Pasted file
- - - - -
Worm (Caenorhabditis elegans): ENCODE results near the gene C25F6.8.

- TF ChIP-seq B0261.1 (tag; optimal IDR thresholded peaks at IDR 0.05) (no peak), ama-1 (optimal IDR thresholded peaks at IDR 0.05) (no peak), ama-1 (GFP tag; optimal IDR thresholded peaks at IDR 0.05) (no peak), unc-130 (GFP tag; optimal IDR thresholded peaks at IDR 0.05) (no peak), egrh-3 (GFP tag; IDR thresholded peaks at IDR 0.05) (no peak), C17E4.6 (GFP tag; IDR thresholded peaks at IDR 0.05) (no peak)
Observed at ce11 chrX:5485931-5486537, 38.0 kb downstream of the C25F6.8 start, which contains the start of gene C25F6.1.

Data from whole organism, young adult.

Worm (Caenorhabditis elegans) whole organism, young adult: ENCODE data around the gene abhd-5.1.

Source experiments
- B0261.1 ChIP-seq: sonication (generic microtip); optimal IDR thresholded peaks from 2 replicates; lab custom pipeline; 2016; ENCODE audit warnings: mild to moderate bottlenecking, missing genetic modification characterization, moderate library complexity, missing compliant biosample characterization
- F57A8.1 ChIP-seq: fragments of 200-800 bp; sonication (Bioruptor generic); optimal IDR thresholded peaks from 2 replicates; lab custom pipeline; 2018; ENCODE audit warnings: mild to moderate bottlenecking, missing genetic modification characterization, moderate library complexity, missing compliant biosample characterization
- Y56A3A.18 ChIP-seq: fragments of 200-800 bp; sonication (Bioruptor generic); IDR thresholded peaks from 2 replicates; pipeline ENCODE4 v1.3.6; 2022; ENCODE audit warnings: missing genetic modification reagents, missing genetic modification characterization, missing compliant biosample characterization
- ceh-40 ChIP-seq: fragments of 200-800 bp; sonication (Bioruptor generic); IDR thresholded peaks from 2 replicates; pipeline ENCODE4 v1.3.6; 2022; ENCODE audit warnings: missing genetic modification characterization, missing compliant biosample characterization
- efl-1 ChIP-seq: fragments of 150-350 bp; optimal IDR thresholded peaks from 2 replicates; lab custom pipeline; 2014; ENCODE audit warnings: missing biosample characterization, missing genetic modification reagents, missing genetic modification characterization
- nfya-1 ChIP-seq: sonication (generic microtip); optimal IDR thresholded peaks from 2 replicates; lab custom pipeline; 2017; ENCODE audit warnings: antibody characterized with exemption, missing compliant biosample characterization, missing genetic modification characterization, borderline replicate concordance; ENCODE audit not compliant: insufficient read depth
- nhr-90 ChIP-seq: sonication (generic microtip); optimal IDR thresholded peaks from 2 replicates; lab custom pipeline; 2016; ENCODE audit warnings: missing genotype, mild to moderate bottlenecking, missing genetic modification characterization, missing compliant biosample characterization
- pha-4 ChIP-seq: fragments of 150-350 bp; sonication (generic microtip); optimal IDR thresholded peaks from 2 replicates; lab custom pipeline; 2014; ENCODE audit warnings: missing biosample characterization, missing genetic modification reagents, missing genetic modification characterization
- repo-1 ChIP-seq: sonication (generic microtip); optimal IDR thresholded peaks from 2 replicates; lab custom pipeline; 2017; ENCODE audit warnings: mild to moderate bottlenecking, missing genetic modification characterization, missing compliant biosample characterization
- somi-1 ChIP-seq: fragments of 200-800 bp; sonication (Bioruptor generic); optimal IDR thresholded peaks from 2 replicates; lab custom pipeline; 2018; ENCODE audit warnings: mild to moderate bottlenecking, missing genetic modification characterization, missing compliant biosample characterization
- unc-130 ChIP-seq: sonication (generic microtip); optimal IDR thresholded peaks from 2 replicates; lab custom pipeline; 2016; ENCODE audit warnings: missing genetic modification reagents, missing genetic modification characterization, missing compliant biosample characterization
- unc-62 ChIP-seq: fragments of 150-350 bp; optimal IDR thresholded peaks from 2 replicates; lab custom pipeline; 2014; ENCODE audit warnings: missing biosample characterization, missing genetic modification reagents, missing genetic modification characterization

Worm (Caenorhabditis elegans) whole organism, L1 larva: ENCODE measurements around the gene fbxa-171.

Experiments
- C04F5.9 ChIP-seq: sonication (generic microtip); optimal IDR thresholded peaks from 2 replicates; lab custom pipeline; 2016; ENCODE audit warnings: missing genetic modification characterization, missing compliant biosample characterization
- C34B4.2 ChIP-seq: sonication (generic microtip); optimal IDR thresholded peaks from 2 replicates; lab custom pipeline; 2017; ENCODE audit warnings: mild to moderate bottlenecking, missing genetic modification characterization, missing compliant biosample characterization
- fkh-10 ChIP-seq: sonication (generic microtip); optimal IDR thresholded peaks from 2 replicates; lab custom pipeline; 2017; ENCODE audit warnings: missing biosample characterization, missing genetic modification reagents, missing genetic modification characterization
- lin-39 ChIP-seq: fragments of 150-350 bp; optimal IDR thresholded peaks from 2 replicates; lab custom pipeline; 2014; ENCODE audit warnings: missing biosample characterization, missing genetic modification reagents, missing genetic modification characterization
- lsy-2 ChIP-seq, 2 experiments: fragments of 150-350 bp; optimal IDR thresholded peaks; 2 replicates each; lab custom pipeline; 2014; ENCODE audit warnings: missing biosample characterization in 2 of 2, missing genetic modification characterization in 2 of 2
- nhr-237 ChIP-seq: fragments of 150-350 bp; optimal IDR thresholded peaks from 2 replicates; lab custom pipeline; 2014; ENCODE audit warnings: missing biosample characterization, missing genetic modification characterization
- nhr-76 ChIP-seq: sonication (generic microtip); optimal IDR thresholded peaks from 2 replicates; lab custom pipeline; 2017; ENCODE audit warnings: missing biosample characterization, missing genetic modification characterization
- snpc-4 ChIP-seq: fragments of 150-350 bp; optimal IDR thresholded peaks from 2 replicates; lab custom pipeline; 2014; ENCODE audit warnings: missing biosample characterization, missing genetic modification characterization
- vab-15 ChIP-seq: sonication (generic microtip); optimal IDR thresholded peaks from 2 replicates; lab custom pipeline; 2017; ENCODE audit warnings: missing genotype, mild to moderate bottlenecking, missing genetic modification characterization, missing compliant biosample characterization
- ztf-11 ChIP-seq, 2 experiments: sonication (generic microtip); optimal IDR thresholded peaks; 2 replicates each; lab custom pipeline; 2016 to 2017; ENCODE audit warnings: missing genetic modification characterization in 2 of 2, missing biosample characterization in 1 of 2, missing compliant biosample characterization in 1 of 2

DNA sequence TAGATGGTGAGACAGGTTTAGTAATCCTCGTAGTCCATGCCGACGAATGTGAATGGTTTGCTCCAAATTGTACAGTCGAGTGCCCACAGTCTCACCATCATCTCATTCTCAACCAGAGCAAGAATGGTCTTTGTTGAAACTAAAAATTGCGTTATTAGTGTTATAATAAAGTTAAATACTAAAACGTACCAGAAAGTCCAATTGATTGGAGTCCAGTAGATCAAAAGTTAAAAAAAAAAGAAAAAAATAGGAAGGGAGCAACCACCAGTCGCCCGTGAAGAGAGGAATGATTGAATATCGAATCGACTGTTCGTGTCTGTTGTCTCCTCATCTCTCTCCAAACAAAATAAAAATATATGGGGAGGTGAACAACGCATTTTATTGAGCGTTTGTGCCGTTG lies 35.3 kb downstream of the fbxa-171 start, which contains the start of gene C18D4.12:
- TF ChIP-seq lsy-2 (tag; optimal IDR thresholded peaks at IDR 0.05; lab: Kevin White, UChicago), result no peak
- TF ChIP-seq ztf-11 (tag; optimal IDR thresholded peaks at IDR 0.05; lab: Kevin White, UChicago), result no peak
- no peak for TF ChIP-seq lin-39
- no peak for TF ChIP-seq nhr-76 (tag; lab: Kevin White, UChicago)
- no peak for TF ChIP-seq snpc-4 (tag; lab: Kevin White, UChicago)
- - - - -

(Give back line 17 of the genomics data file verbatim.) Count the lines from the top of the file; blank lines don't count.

- unc-130 ChIP-seq: sonication (generic microtip); optimal IDR thresholded peaks from 2 replicates; lab custom pipeline; 2016; ENCODE audit warnings: missing genetic modification reagents, missing genetic modification characterization, missing compliant biosample characterization